What is GMP?(Grey Market Premium)
The grey market determines the share price of an IPO-bound company depending on the subscription data and investor sentiment. If the demand for shares is too high and the supply limited, the share quotes a premium over the allotment price. Buyers offer an additional amount over the IPO price to get the shares before listing. In the previous example, the additional Rs 10 per share offered to Mr X over the IPO price is the Grey Market Premium. Shares of every company don’t command a premium in the grey market. If the response to the IPO is tepid, the shares may change hands at a discount in the grey market. Investors take cues from the GMP for the listing price and to gauge the overall response to an IPO. However, GMPs may not always be an accurate indicator as the grey market is susceptible to manipulation.
How to Calculate Grey Market Premium?
Once you have understood ‘what is GMP?’, you can use the concept to decide whether to buy an IPO. Grey Market Premium (GMP) is a good way to gauge the market sentiment for an Initial Public Offering (IPO) before it’s listed on the stock exchange. IPO GMP refers to the difference between the price at which shares are traded in the grey market and the issue price set by the company.
Hence, we can use the below-mentioned formula for GMP calculation:
GMPR = Grey Market Premium * Number of shares
To calculate the GMP, follow these steps:
- Gather information: Collect information about the initial public offering – the number of shares offered and the issue price. Simultaneously, find out the prevailing GMP in the market for the same shares.
- Determine the GMP: To determine the GMP, subtract the issue price from the grey market price. For example, if the issue price is Rs. 100 per share and the grey market price is Rs. 102 per share, the GMP would be Rs. 2. If the grey market price is higher than the issue price, the shares are said to be trading at a premium. It happens when the demand for the IPO shares is higher than the supply. It indicates the presence of more buyers in the market. The grey market premium is often used as an index for determining the market sentiment of the IPO.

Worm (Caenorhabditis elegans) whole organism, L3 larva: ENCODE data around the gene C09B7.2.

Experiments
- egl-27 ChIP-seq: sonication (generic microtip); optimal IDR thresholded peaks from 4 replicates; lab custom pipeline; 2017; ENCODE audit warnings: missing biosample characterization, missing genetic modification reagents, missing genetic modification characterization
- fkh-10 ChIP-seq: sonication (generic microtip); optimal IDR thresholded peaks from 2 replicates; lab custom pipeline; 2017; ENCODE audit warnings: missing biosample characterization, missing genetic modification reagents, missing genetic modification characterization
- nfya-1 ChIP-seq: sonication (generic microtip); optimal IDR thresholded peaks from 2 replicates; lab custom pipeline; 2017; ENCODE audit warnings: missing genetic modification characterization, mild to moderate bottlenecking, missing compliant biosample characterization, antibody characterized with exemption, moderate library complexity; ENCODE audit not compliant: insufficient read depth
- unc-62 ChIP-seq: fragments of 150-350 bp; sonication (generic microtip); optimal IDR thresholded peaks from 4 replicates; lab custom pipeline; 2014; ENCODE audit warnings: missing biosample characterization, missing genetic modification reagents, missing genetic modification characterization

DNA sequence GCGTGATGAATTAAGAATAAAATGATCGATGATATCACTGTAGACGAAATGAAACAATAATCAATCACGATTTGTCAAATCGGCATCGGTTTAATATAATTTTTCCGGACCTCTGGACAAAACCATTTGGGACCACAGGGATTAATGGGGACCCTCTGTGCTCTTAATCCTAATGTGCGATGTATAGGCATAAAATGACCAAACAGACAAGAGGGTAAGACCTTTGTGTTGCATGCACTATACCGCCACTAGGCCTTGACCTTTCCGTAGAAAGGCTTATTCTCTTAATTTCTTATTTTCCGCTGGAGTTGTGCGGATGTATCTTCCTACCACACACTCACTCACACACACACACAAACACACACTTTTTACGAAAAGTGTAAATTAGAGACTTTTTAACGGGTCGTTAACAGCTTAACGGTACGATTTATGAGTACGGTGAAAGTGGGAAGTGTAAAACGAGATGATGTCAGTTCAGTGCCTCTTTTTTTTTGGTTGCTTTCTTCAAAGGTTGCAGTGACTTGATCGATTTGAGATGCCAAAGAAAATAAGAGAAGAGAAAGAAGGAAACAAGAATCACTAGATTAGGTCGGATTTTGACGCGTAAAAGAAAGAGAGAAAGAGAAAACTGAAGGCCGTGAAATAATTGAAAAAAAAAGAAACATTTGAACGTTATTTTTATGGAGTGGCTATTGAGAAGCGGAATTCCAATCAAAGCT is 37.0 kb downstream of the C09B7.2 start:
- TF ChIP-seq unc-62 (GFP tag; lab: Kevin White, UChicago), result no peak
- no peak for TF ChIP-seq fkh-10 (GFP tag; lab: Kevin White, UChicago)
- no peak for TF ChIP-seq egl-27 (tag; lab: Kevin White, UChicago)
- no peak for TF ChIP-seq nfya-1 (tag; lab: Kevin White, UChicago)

- Calculate the GMP percentage: You can express the GMP in percentage by simply dividing the GMP by the issue price and multiplying it by 100. In the example above, the GMP percentage would be (2 / 10) x 100 = 20%. GMP functions as a key indicator of how the IPO may perform in the market. However, it’s important to note that the grey market operates independently of the official stock exchange and is not regulated. It only represents market sentiment at a point of time and may not indicate the actual performance of the IPO after listing. Investors who base their investment decisions on GMP should, therefore, interpret it with caution.
What is Kostak Rate?
The grey market is not limited to the trade of shares before listing. You can also buy or sell the application in the grey market. The GMP becomes applicable only when shares are unofficially traded. But what if an investor wants to bet on the application itself? The rate at which full IPO applications are sold in the grey market is known as Kostak rate. The Kostak rate is dependent on the allotment of the shares.
As the grey market is outside the ambit of legal authorities, it is safe to stay away from it. However, the rates quoted in the grey market can be an effective indicator of the performance of an IPO. The GMP (Grey Market Premium) or the Kostak rate should be taken into consideration only to get an idea of a scrip’s future performance.
What happens if GMP is high?
The GMP does not directly affect the actual IPO price. However, knowing the GMP rate can help an investor predict at what price the IPO might be traded. Therefore, a high GMP may indicate that the price of shares in the IPO will also be high.
How does GMP affect IPO listing price?
The GMP does not directly affect the IPO listing price. The grey market premium is completely outside the ambit of legal authorities and the actual IPO process.
Is GMP a good indicator for IPO?
It depends on the level of expertise and knowledge of the people who are active in the grey market of IPO shares – they might be just like any retail investor. Therefore, GMP is not a reliable indicator of IPO prices.
How GMP is calculated?
The GMP is calculated based on assessments of investor sentiments and subscription data.